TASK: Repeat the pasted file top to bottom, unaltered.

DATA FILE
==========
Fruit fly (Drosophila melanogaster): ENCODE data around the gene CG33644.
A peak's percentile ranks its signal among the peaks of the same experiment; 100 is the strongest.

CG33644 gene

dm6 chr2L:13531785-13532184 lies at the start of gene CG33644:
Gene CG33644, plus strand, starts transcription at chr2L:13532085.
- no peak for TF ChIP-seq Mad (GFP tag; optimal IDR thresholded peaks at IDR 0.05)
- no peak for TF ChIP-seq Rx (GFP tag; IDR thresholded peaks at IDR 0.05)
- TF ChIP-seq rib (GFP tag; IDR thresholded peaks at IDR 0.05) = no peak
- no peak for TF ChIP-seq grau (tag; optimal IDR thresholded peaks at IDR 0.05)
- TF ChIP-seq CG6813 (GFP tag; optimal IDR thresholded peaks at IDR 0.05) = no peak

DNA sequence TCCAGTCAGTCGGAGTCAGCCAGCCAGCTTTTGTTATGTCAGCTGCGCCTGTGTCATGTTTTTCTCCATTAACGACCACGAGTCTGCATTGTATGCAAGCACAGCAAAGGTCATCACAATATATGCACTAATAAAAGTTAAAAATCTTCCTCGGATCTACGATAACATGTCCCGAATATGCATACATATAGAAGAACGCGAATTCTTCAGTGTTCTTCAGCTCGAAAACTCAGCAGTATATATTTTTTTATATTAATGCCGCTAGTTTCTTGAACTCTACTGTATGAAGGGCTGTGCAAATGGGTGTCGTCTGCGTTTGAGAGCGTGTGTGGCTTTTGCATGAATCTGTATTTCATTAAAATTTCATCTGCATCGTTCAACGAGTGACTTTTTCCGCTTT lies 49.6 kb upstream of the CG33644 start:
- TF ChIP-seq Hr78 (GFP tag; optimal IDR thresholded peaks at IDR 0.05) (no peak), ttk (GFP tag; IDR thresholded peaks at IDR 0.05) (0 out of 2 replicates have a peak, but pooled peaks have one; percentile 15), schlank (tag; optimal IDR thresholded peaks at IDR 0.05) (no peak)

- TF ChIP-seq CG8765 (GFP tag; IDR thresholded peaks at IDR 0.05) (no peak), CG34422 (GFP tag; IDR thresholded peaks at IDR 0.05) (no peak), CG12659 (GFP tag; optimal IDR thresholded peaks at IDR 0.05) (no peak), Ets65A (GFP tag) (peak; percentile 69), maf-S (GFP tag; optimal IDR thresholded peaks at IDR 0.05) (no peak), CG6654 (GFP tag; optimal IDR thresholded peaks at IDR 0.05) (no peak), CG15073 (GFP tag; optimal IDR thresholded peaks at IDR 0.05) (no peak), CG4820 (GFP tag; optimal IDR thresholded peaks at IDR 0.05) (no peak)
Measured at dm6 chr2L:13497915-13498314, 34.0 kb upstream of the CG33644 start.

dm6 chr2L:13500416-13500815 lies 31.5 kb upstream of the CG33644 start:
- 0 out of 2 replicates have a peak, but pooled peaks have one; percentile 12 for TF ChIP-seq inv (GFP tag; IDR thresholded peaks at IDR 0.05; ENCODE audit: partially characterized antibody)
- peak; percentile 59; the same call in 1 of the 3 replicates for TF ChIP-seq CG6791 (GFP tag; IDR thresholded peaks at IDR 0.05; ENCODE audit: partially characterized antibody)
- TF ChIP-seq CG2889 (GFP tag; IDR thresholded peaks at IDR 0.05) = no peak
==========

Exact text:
Fruit fly (Drosophila melanogaster): ENCODE data around the gene CG33644.
A peak's percentile ranks its signal among the peaks of the same experiment; 100 is the strongest.

CG33644 gene

dm6 chr2L:13531785-13532184 lies at the start of gene CG33644:
Gene CG33644, plus strand, starts transcription at chr2L:13532085.
- no peak for TF ChIP-seq Mad (GFP tag; optimal IDR thresholded peaks at IDR 0.05)
- no peak for TF ChIP-seq Rx (GFP tag; IDR thresholded peaks at IDR 0.05)
- TF ChIP-seq rib (GFP tag; IDR thresholded peaks at IDR 0.05) = no peak
- no peak for TF ChIP-seq grau (tag; optimal IDR thresholded peaks at IDR 0.05)
- TF ChIP-seq CG6813 (GFP tag; optimal IDR thresholded peaks at IDR 0.05) = no peak

DNA sequence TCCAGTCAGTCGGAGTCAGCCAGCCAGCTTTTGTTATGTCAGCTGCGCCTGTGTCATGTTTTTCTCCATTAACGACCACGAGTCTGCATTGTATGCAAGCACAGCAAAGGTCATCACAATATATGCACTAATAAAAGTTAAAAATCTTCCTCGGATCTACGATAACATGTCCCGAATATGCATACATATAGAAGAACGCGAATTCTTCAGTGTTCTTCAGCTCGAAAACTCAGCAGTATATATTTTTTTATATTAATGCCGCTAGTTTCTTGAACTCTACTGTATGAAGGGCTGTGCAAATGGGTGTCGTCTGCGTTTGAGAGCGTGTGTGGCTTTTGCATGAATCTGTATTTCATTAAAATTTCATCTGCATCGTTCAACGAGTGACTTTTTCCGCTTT lies 49.6 kb upstream of the CG33644 start:
- TF ChIP-seq Hr78 (GFP tag; optimal IDR thresholded peaks at IDR 0.05) (no peak), ttk (GFP tag; IDR thresholded peaks at IDR 0.05) (0 out of 2 replicates have a peak, but pooled peaks have one; percentile 15), schlank (tag; optimal IDR thresholded peaks at IDR 0.05) (no peak)

- TF ChIP-seq CG8765 (GFP tag; IDR thresholded peaks at IDR 0.05) (no peak), CG34422 (GFP tag; IDR thresholded peaks at IDR 0.05) (no peak), CG12659 (GFP tag; optimal IDR thresholded peaks at IDR 0.05) (no peak), Ets65A (GFP tag) (peak; percentile 69), maf-S (GFP tag; optimal IDR thresholded peaks at IDR 0.05) (no peak), CG6654 (GFP tag; optimal IDR thresholded peaks at IDR 0.05) (no peak), CG15073 (GFP tag; optimal IDR thresholded peaks at IDR 0.05) (no peak), CG4820 (GFP tag; optimal IDR thresholded peaks at IDR 0.05) (no peak)
Measured at dm6 chr2L:13497915-13498314, 34.0 kb upstream of the CG33644 start.

dm6 chr2L:13500416-13500815 lies 31.5 kb upstream of the CG33644 start:
- 0 out of 2 replicates have a peak, but pooled peaks have one; percentile 12 for TF ChIP-seq inv (GFP tag; IDR thresholded peaks at IDR 0.05; ENCODE audit: partially characterized antibody)
- peak; percentile 59; the same call in 1 of the 3 replicates for TF ChIP-seq CG6791 (GFP tag; IDR thresholded peaks at IDR 0.05; ENCODE audit: partially characterized antibody)
- TF ChIP-seq CG2889 (GFP tag; IDR thresholded peaks at IDR 0.05) = no peak